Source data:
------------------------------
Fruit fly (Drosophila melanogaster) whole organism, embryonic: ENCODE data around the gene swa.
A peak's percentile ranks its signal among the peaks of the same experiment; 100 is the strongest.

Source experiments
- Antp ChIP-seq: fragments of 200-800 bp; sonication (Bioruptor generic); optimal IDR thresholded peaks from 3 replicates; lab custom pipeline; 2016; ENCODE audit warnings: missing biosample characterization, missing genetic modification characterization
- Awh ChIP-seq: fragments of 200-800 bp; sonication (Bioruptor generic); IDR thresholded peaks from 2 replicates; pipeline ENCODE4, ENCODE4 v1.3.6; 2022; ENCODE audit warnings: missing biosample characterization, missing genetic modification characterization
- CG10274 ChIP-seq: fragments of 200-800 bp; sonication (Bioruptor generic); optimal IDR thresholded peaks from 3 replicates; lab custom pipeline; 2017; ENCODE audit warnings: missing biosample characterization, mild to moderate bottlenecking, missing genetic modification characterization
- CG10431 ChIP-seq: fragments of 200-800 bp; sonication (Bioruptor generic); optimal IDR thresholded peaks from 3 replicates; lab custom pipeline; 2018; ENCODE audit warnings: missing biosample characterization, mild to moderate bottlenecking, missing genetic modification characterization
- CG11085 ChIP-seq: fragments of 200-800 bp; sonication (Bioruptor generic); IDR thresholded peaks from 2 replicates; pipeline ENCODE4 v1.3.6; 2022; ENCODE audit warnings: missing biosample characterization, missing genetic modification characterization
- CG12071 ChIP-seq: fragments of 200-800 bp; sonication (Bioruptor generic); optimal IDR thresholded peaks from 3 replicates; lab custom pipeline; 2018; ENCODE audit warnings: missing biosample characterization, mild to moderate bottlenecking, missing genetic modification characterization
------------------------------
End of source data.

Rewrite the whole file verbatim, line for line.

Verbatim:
Fruit fly (Drosophila melanogaster) whole organism, embryonic: ENCODE data around the gene swa.
A peak's percentile ranks its signal among the peaks of the same experiment; 100 is the strongest.

Source experiments
- Antp ChIP-seq: fragments of 200-800 bp; sonication (Bioruptor generic); optimal IDR thresholded peaks from 3 replicates; lab custom pipeline; 2016; ENCODE audit warnings: missing biosample characterization, missing genetic modification characterization
- Awh ChIP-seq: fragments of 200-800 bp; sonication (Bioruptor generic); IDR thresholded peaks from 2 replicates; pipeline ENCODE4, ENCODE4 v1.3.6; 2022; ENCODE audit warnings: missing biosample characterization, missing genetic modification characterization
- CG10274 ChIP-seq: fragments of 200-800 bp; sonication (Bioruptor generic); optimal IDR thresholded peaks from 3 replicates; lab custom pipeline; 2017; ENCODE audit warnings: missing biosample characterization, mild to moderate bottlenecking, missing genetic modification characterization
- CG10431 ChIP-seq: fragments of 200-800 bp; sonication (Bioruptor generic); optimal IDR thresholded peaks from 3 replicates; lab custom pipeline; 2018; ENCODE audit warnings: missing biosample characterization, mild to moderate bottlenecking, missing genetic modification characterization
- CG11085 ChIP-seq: fragments of 200-800 bp; sonication (Bioruptor generic); IDR thresholded peaks from 2 replicates; pipeline ENCODE4 v1.3.6; 2022; ENCODE audit warnings: missing biosample characterization, missing genetic modification characterization
- CG12071 ChIP-seq: fragments of 200-800 bp; sonication (Bioruptor generic); optimal IDR thresholded peaks from 3 replicates; lab custom pipeline; 2018; ENCODE audit warnings: missing biosample characterization, mild to moderate bottlenecking, missing genetic modification characterization